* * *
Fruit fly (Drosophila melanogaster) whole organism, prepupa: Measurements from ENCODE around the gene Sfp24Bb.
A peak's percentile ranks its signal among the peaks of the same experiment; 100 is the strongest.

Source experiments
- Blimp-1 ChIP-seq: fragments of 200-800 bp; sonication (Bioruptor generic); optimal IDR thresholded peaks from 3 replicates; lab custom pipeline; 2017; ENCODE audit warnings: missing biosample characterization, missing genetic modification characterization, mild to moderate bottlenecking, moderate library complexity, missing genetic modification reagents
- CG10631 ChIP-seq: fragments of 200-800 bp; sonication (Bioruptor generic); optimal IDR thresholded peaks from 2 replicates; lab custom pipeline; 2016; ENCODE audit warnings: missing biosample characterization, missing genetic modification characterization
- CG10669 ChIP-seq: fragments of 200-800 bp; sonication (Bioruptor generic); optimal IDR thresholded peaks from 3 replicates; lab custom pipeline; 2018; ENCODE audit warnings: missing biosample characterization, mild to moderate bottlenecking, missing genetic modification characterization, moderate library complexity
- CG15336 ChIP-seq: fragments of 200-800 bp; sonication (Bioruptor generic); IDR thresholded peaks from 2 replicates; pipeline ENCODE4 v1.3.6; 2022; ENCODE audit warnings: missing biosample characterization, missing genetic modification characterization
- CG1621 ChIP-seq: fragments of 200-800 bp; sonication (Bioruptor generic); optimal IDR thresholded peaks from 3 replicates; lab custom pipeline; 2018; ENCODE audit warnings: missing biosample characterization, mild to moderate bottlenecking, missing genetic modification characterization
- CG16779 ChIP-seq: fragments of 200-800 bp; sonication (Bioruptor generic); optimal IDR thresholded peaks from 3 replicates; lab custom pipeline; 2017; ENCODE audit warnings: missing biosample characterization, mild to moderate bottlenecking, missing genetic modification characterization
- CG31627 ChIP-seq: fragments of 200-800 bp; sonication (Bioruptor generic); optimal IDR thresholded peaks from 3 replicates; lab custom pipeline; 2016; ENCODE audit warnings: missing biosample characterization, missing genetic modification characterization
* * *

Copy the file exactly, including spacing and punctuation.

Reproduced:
Fruit fly (Drosophila melanogaster) whole organism, prepupa: Measurements from ENCODE around the gene Sfp24Bb.
A peak's percentile ranks its signal among the peaks of the same experiment; 100 is the strongest.

Source experiments
- Blimp-1 ChIP-seq: fragments of 200-800 bp; sonication (Bioruptor generic); optimal IDR thresholded peaks from 3 replicates; lab custom pipeline; 2017; ENCODE audit warnings: missing biosample characterization, missing genetic modification characterization, mild to moderate bottlenecking, moderate library complexity, missing genetic modification reagents
- CG10631 ChIP-seq: fragments of 200-800 bp; sonication (Bioruptor generic); optimal IDR thresholded peaks from 2 replicates; lab custom pipeline; 2016; ENCODE audit warnings: missing biosample characterization, missing genetic modification characterization
- CG10669 ChIP-seq: fragments of 200-800 bp; sonication (Bioruptor generic); optimal IDR thresholded peaks from 3 replicates; lab custom pipeline; 2018; ENCODE audit warnings: missing biosample characterization, mild to moderate bottlenecking, missing genetic modification characterization, moderate library complexity
- CG15336 ChIP-seq: fragments of 200-800 bp; sonication (Bioruptor generic); IDR thresholded peaks from 2 replicates; pipeline ENCODE4 v1.3.6; 2022; ENCODE audit warnings: missing biosample characterization, missing genetic modification characterization
- CG1621 ChIP-seq: fragments of 200-800 bp; sonication (Bioruptor generic); optimal IDR thresholded peaks from 3 replicates; lab custom pipeline; 2018; ENCODE audit warnings: missing biosample characterization, mild to moderate bottlenecking, missing genetic modification characterization
- CG16779 ChIP-seq: fragments of 200-800 bp; sonication (Bioruptor generic); optimal IDR thresholded peaks from 3 replicates; lab custom pipeline; 2017; ENCODE audit warnings: missing biosample characterization, mild to moderate bottlenecking, missing genetic modification characterization
- CG31627 ChIP-seq: fragments of 200-800 bp; sonication (Bioruptor generic); optimal IDR thresholded peaks from 3 replicates; lab custom pipeline; 2016; ENCODE audit warnings: missing biosample characterization, missing genetic modification characterization